This is the second of a planned series of 52 weekly posts on my experience researching Arts & Sciences topics, particularly Elizabethan music and culture. Last week began the examination of John Dowland’s “Can she excuse my wrongs?” We will be diving into the musical exploration of the piece next week, leading up to my first public performance of the lute accompaniment in 2016. But first, an examination of the song’s lyrics, which served as a first window into aspects of Elizabethan culture that warranted further study.Continue reading
Mistress Zsof and I had a heart-to-heart recently, which encouraged me to re-examine my objectives around participation in the SCA, bardic, and this blog. While she had expressed the desire for me to do what many of the artisans in the Arts & Sciences community do, and post about research and learning, that hasn’t really happened as intended. My tendency to keep research and preparations for new pieces under wraps, hoping to delight and surprise (or at least surprise) as a performer, has been at odds with the A&S mission to share the journey of research and discovery.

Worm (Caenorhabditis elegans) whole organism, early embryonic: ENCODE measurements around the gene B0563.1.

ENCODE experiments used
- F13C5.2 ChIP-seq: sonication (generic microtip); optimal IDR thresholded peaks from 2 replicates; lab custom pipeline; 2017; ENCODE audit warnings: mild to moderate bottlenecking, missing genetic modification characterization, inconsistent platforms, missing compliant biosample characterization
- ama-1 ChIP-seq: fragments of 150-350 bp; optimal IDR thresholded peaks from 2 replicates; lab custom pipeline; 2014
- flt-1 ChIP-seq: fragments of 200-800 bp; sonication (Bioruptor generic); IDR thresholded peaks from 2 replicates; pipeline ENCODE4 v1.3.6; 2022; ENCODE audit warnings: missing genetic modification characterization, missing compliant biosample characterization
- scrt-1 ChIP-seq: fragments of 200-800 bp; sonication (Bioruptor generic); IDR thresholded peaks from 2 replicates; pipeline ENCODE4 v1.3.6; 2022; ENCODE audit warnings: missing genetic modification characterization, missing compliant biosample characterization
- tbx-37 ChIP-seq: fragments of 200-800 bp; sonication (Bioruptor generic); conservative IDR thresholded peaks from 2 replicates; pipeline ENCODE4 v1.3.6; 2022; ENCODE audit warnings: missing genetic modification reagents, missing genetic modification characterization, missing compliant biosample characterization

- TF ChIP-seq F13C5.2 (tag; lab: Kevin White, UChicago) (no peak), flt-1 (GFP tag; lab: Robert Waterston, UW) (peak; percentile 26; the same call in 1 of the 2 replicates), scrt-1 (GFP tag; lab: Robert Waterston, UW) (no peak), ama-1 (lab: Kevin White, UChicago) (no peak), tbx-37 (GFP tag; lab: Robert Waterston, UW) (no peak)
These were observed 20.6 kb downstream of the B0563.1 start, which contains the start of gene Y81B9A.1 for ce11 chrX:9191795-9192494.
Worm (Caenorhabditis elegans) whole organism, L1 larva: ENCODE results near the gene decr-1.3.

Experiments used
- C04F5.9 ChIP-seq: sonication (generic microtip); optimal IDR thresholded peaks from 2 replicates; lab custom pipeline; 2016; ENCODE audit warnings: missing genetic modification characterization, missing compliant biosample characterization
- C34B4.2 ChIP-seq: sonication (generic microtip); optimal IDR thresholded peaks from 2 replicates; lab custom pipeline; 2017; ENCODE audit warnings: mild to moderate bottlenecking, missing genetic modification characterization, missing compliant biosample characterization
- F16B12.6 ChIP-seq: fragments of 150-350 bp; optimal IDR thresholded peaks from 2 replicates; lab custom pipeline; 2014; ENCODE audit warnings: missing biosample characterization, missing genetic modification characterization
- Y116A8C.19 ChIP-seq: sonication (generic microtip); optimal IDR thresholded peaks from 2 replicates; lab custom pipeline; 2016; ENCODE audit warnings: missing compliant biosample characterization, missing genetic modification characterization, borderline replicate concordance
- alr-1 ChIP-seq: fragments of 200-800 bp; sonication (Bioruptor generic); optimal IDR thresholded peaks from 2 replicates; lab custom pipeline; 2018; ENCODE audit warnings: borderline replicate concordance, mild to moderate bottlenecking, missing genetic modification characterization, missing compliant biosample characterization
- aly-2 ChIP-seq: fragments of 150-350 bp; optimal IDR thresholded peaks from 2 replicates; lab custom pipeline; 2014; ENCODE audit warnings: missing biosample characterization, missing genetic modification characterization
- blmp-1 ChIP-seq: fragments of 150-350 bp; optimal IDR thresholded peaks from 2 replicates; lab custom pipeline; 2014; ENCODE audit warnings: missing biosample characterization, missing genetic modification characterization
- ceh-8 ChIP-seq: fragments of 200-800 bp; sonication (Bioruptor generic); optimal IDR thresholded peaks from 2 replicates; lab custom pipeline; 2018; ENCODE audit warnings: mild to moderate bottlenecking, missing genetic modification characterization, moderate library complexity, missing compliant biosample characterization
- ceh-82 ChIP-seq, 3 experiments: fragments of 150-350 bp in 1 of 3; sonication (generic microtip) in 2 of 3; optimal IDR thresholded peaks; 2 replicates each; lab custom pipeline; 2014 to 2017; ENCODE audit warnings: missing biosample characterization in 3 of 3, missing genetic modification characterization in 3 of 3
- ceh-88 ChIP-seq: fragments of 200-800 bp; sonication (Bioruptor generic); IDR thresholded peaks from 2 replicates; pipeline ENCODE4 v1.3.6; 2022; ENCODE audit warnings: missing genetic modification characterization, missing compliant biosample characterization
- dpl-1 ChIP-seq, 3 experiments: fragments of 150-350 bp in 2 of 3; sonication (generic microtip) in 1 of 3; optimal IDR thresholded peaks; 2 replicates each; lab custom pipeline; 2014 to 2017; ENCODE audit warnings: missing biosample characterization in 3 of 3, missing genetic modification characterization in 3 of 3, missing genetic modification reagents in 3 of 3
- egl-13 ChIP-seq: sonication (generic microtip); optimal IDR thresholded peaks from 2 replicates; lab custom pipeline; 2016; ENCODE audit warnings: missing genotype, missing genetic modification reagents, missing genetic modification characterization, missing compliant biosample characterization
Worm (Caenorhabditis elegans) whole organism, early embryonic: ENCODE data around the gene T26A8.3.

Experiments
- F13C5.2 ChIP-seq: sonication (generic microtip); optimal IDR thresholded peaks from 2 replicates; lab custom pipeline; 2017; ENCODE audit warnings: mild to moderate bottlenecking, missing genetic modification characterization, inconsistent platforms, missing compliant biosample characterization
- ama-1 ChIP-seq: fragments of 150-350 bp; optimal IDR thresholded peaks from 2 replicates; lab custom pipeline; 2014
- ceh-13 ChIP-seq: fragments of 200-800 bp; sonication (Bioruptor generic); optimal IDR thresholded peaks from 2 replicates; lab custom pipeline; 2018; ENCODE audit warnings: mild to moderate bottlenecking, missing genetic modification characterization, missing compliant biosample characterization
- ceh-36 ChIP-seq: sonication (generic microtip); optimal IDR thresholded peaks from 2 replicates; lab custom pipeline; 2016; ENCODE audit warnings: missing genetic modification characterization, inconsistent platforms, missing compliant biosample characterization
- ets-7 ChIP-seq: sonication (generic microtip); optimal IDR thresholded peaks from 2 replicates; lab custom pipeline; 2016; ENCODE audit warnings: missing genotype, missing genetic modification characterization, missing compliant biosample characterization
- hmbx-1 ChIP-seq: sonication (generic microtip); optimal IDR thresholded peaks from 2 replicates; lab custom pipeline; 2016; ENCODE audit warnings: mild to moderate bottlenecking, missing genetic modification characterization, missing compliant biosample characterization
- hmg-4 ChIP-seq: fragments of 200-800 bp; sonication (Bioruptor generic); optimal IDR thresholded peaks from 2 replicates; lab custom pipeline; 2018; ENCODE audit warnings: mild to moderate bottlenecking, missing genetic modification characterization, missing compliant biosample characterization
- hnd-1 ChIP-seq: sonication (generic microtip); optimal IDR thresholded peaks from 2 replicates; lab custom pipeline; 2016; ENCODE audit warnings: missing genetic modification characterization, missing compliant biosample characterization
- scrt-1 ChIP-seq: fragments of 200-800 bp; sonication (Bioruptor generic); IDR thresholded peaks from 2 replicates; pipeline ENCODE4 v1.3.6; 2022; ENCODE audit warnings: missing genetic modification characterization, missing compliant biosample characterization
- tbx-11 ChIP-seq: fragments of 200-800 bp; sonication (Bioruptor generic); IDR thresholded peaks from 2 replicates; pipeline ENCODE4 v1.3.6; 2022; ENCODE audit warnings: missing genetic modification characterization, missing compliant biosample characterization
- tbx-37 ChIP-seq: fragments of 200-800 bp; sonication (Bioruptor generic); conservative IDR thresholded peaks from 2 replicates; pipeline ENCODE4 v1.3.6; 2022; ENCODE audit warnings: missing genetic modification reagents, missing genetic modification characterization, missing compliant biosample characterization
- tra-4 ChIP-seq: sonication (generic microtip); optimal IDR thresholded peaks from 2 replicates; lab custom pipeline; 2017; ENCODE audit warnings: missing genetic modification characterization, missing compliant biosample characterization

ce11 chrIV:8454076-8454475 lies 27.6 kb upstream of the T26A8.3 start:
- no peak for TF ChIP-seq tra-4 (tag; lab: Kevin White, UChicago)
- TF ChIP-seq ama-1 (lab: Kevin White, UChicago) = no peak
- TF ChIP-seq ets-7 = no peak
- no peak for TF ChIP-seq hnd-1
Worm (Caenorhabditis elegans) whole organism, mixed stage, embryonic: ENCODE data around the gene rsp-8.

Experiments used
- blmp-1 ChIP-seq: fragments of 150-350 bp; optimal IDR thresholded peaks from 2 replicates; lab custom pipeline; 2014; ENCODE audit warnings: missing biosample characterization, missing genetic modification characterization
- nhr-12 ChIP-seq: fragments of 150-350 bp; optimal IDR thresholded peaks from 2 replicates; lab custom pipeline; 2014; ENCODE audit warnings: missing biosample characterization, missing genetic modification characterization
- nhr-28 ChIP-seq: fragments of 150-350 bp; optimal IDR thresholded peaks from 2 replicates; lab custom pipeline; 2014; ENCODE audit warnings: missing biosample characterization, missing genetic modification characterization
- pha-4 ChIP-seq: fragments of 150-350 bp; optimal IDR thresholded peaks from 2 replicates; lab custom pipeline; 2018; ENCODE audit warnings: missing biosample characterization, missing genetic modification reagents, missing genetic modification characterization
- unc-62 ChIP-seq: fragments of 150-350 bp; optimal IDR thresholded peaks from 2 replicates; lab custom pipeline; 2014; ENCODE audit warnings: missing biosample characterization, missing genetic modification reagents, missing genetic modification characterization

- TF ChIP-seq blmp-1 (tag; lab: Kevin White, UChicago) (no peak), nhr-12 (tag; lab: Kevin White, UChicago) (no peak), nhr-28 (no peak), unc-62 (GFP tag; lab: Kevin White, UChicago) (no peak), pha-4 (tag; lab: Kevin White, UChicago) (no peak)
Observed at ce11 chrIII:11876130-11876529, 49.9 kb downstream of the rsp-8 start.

With Zsof’s approval, I have set myself the challenge to go back through my notes and recollections, and post a new entry around researched work, older or newer, each week for the next year. There will doubtless be some overlap with material that was shared in large bursts after a given performance or competition, but that isn’t what’s important. The objective in A&S is to share the excitement of research, discovery, and preparation, and the delight and beauty of historically sourced work in the SCA, and if that remains hidden, then this blog presents an incomplete picture of what our bards do (or can do). If our colleagues and fellow researchers find performance an uneasy fit within the A&S framework, it is up to us to bridge that gap. This is an attempt to rectify that on the small scale.
The first entry in the series focuses on one of the best-known and best-respected musicians and composers of the English Renaissance, John Dowland, and my first teacher’s attempt to introduce me to performing his work: “Can she excuse my wrongs?”Continue reading